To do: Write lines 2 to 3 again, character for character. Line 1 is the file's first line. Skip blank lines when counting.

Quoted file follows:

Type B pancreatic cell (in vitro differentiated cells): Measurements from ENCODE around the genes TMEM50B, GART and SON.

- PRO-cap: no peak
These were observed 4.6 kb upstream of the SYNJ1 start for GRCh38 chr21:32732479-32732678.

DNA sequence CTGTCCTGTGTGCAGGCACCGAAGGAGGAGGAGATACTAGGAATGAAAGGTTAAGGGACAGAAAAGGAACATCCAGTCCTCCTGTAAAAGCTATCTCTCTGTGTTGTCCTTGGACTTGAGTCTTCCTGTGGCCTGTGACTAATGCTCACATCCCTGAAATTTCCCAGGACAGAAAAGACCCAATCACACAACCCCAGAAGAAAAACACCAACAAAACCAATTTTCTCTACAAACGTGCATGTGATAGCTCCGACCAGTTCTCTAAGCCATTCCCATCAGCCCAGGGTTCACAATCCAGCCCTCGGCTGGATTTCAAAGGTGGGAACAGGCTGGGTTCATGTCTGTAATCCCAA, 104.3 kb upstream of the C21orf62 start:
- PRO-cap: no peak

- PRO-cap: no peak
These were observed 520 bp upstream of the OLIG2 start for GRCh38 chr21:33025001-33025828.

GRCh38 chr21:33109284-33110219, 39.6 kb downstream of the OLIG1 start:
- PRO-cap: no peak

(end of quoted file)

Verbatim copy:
- PRO-cap: no peak
These were observed 4.6 kb upstream of the SYNJ1 start for GRCh38 chr21:32732479-32732678.